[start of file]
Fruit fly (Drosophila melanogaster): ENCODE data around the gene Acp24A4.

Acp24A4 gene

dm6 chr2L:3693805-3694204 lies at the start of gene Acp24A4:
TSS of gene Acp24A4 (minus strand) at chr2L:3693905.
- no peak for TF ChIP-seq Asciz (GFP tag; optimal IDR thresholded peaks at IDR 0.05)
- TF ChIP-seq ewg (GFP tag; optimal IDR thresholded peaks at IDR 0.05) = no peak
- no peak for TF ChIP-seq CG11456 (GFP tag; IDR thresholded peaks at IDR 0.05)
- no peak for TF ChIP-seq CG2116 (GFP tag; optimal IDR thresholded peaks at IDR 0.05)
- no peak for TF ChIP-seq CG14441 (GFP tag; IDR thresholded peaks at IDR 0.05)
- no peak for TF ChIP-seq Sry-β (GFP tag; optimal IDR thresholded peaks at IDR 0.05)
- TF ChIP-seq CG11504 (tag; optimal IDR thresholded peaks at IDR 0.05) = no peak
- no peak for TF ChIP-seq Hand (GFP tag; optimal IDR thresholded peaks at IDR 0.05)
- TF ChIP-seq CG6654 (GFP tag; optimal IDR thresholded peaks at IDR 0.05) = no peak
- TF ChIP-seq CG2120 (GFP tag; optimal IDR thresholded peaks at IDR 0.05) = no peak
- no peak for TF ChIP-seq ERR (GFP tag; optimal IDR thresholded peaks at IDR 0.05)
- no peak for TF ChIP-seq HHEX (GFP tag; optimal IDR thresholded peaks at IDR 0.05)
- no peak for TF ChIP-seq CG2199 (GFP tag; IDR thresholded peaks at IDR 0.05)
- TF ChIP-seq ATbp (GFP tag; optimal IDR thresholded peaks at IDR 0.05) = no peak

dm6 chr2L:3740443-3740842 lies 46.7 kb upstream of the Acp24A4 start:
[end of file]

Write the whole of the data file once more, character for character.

Fruit fly (Drosophila melanogaster): ENCODE data around the gene Acp24A4.

Acp24A4 gene

dm6 chr2L:3693805-3694204 lies at the start of gene Acp24A4:
TSS of gene Acp24A4 (minus strand) at chr2L:3693905.
- no peak for TF ChIP-seq Asciz (GFP tag; optimal IDR thresholded peaks at IDR 0.05)
- TF ChIP-seq ewg (GFP tag; optimal IDR thresholded peaks at IDR 0.05) = no peak
- no peak for TF ChIP-seq CG11456 (GFP tag; IDR thresholded peaks at IDR 0.05)
- no peak for TF ChIP-seq CG2116 (GFP tag; optimal IDR thresholded peaks at IDR 0.05)
- no peak for TF ChIP-seq CG14441 (GFP tag; IDR thresholded peaks at IDR 0.05)
- no peak for TF ChIP-seq Sry-β (GFP tag; optimal IDR thresholded peaks at IDR 0.05)
- TF ChIP-seq CG11504 (tag; optimal IDR thresholded peaks at IDR 0.05) = no peak
- no peak for TF ChIP-seq Hand (GFP tag; optimal IDR thresholded peaks at IDR 0.05)
- TF ChIP-seq CG6654 (GFP tag; optimal IDR thresholded peaks at IDR 0.05) = no peak
- TF ChIP-seq CG2120 (GFP tag; optimal IDR thresholded peaks at IDR 0.05) = no peak
- no peak for TF ChIP-seq ERR (GFP tag; optimal IDR thresholded peaks at IDR 0.05)
- no peak for TF ChIP-seq HHEX (GFP tag; optimal IDR thresholded peaks at IDR 0.05)
- no peak for TF ChIP-seq CG2199 (GFP tag; IDR thresholded peaks at IDR 0.05)
- TF ChIP-seq ATbp (GFP tag; optimal IDR thresholded peaks at IDR 0.05) = no peak

dm6 chr2L:3740443-3740842 lies 46.7 kb upstream of the Acp24A4 start: